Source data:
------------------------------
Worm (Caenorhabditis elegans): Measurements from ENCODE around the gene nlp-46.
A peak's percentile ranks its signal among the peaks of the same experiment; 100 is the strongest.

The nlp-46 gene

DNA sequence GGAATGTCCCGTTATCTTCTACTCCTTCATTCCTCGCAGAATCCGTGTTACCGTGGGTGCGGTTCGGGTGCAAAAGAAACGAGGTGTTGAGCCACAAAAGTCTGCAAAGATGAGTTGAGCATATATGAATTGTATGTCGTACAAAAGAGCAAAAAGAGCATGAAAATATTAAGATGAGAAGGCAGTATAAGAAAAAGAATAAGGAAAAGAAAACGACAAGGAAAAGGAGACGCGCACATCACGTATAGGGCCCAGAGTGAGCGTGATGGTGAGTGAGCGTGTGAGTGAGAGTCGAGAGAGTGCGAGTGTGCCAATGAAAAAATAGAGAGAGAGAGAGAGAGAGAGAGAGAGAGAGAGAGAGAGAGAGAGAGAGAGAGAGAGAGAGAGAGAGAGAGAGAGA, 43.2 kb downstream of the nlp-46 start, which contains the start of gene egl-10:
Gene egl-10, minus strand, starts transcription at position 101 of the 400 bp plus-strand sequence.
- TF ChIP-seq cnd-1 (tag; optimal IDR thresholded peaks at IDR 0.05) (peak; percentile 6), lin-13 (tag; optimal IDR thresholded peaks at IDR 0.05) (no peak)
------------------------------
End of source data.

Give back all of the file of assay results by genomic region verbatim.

Worm (Caenorhabditis elegans): Measurements from ENCODE around the gene nlp-46.
A peak's percentile ranks its signal among the peaks of the same experiment; 100 is the strongest.

The nlp-46 gene

DNA sequence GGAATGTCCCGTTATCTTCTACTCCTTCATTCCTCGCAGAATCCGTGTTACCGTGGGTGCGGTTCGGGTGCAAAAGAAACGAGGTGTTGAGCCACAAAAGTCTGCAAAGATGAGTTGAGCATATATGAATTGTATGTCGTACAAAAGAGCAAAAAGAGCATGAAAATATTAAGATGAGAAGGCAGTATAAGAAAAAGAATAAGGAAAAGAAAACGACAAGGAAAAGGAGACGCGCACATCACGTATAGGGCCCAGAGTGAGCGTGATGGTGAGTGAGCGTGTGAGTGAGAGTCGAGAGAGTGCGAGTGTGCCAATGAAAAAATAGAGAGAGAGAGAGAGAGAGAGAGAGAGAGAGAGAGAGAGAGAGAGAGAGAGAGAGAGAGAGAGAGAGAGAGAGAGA, 43.2 kb downstream of the nlp-46 start, which contains the start of gene egl-10:
Gene egl-10, minus strand, starts transcription at position 101 of the 400 bp plus-strand sequence.
- TF ChIP-seq cnd-1 (tag; optimal IDR thresholded peaks at IDR 0.05) (peak; percentile 6), lin-13 (tag; optimal IDR thresholded peaks at IDR 0.05) (no peak)